Aberdeen: Classic equity-bond portfolio will fail to deliver

Balanced equity-bond portfolios have served people very well over the past twenty years. But that will not be the case for the next decade, Aberdeen Asset Management warns. As a result, the asset manager no longer has any government bonds in its discretionary multi-asset funds.
Giant fund manager Aberdeen is turning away from traditional government bonds. | Photo: /ritzau/Tage Christensen
Giant fund manager Aberdeen is turning away from traditional government bonds. | Photo: /ritzau/Tage Christensen

For an unconstrained multi-asset investor, the case for owning government bonds is now far weaker than it has been for decades, according to Aberdeen Asset Management.

“We used to hold very large allocations to government bonds in our multi-asset portfolios but we now hold zero allocation,” Craig Mackenzie, senior investment strategist at Aberdeen Asset Management, tells AM Watch.

These years, Aberdeen is very skeptical of that kind of portfolio structure which even normal people outside the financial world know well by now: Equities and bonds distributed in percentages with more or less emphasis on one or the other, depending on how much risk the customer is willing to take.

"I think a lot of investors, especially unsophisticated private investors, but also a surprising number of legacy funds, are still invested following the balanced bond-equity approach," says Craig McKenzie. Aberdeen began phasing out government bonds as early as a few years ago.

"At the end we held a few Australian bonds but got rid of those a while back, so that's really a quite dramatic difference from the previous times. And we don’t think we are going to be buying government bonds in the foreseeable future."

Low yields are caused by structural problems

However, are the low returns not simply a lingering effect from the financial crisis, simply waiting to fade away for government bonds to return to former prestige? Aberdeen is not of that belief.  "The very low bond yields have to do with demographics and a global savings glut, and while that will correct over the very long term, 20 to 30 years, probably over the next decade it will not correct. What everybody has been looking to as the main source of diversification just doesn't deliver a meaningful return," Craig Mackenzie explains.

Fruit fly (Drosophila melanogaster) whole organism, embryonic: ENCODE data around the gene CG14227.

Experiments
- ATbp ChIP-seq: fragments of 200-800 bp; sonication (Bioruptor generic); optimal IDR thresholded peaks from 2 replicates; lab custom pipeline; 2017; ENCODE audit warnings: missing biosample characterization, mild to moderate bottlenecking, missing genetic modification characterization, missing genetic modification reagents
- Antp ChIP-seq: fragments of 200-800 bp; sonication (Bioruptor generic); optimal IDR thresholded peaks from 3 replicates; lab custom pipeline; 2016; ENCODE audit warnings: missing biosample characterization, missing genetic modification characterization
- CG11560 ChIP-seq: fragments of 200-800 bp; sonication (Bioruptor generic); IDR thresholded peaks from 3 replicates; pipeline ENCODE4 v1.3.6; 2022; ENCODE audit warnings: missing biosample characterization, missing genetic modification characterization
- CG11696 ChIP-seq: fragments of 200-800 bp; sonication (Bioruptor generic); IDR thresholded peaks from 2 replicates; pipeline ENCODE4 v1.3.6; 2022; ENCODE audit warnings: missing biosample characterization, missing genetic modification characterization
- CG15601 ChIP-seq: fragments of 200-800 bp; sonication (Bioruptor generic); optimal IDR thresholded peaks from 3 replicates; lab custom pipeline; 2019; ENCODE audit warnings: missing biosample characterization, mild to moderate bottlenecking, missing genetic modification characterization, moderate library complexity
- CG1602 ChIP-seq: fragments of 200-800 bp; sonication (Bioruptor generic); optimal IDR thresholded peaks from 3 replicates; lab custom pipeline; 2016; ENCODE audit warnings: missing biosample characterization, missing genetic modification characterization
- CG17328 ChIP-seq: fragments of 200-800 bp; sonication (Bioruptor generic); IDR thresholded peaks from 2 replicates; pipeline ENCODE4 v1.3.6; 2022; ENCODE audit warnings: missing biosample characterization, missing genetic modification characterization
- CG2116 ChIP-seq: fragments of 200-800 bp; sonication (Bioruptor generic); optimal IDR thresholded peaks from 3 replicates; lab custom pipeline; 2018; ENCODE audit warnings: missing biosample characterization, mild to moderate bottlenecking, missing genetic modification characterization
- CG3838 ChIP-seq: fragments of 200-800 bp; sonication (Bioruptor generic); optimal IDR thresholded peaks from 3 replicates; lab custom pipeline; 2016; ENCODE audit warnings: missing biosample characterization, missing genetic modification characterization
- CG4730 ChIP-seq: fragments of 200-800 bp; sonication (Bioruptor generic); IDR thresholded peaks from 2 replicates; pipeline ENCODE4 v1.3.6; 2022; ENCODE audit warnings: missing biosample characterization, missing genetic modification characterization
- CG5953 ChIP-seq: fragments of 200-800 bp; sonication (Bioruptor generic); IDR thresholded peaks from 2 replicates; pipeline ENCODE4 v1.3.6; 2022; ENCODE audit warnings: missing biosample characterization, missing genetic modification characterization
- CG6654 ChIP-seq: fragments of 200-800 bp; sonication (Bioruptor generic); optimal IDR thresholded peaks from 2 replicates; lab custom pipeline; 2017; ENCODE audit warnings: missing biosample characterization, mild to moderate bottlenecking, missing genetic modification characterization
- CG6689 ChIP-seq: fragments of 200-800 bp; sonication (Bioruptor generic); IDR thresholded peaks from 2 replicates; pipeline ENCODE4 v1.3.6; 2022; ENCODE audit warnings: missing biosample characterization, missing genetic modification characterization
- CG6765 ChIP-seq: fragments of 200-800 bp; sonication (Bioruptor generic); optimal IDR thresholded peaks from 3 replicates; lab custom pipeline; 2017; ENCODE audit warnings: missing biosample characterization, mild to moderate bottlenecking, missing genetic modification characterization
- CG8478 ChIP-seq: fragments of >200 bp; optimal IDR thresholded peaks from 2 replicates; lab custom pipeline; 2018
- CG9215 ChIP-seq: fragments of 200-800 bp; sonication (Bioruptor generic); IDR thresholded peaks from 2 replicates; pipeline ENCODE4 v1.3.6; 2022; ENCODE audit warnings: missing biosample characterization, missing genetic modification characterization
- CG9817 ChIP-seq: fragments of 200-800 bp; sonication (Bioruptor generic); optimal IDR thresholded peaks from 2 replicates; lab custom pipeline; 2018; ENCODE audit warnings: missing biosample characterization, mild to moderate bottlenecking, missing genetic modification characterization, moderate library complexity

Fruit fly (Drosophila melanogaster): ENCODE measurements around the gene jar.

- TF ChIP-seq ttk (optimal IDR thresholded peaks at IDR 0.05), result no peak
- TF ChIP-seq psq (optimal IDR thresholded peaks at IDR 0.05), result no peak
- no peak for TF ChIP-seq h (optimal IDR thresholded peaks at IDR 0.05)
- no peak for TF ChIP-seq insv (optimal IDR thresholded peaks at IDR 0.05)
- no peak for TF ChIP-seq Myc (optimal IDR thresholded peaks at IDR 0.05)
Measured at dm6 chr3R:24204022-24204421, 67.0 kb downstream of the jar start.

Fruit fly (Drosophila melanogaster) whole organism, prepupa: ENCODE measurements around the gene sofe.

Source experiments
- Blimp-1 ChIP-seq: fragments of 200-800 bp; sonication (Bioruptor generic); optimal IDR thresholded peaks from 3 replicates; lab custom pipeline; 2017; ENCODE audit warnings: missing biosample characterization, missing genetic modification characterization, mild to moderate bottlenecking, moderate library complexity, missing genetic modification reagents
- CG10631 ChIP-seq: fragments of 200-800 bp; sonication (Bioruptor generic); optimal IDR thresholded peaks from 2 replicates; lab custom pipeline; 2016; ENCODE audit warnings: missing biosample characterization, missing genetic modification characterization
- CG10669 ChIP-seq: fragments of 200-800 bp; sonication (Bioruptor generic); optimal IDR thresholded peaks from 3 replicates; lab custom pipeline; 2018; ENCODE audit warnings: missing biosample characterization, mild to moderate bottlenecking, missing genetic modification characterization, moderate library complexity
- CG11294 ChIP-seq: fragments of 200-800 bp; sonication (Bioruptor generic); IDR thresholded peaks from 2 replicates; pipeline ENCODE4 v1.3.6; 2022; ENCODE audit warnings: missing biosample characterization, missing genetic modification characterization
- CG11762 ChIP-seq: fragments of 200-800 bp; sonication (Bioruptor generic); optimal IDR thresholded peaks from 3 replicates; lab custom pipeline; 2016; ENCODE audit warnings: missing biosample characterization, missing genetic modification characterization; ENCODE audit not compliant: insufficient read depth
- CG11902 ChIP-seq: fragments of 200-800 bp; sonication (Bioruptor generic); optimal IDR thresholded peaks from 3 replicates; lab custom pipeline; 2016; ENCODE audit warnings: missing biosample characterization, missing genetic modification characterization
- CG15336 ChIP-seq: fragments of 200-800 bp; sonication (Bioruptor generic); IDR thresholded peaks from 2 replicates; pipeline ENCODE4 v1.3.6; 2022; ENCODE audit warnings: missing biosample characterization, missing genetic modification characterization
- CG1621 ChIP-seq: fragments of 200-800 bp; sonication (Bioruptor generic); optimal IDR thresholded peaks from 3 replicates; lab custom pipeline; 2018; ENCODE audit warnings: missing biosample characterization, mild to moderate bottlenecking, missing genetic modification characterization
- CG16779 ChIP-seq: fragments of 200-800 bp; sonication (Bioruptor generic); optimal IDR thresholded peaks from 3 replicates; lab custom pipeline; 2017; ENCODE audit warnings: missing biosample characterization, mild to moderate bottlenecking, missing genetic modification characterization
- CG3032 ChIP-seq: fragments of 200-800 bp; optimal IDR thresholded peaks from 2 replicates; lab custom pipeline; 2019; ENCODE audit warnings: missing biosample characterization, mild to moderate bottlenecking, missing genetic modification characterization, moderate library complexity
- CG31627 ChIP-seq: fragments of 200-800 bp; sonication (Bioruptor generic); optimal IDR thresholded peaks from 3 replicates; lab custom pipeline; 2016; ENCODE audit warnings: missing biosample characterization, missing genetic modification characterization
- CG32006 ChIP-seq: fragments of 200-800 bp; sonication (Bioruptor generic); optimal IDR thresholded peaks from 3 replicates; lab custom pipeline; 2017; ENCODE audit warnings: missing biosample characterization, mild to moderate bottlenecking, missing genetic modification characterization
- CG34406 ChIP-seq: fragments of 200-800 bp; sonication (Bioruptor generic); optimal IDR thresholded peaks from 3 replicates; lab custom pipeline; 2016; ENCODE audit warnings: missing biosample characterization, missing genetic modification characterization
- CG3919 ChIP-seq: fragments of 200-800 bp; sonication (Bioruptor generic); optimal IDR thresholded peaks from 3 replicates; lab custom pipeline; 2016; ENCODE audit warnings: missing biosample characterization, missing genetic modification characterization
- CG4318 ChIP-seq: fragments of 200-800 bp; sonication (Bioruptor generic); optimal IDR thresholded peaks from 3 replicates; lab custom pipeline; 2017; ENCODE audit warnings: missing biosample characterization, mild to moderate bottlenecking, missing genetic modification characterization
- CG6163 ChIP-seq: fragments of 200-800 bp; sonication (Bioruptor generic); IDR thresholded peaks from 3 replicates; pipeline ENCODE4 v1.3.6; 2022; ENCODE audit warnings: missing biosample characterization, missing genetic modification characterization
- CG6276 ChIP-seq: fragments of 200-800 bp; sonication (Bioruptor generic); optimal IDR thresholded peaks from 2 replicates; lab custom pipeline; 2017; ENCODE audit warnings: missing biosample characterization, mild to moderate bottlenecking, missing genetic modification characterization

The Aberdeen multi-asset team doesn't have very high expectations to equities either for the next couple of years.  Stretched valuations and low margin growth are the main constraints that will lead to a return around five percent a year over the next five years.

"We have replaced government bonds and investment grade bonds with a diverse group of alternative sources of return. Social and environmental infrastructure is a core part of our portfolio and asset backed securities is another asset class we really like as well as catastrophe bonds," Mackenzie explains.

Lower volatility with higher yields

 Volatility will not necessarily increase, even if the security-building government bonds are left behind. The main reason for this is that many of the alternative asset classes have no correlation to equity markets or to each other.

"The attraction of catastrophe bonds based on reinsuring hurricane risk is that their returns have a low correlation with equities. A stock market crash is very unlikely to happen at the same time as a really bad Florida hurricane. So the combination of equities and catastrophe bonds actually gives a lower volatility than if you hold equities and, say, high yield bonds, because high yield bonds have a high equity correlation", Craig Mackenzie explains. "Low bonds yields are forcing us to look for diversification in unfamiliar places."

Size matters

Seeing as many people have already made headway into alternative investments, there is a certain upwards pressure on prices.

"Some listed alternative assets are quite niche and so not available to the very largest pension funds. But small and medium-sized institutional investors (up to, say, a billion pounds) can still access the niche areas like listed infrastructure, and do so profitably. The largest investors must rely on private infrastructure opportunities. Some assets, like emerging markets local government bonds, are accessible to even the largest funds and continue to offer attractive yields," Mackenzie replies when asked about the scalability of the alternative asset classes.  Aberdeen's flagship diversified growth and income funds have GBP 1.3 billion under management. They have plenty of room to grow before size becomes a problem – to around GBP 10 billion, perhaps.

"One attractive aspect of niche assets is that larger investors ignore them. Which means that the smaller pension funds, private investors, wealth managers who can still access this class, find it relatively inexpensive. This is a story that can continue to work for certain kinds of investors for a good while longer," Craig McKenzie concludes.

Aberdeen still has pure bond funds, and also invests in government bonds in multi-asset funds managed for clients against a bond-heavy benchmark.

English Edit: Marie Honoré

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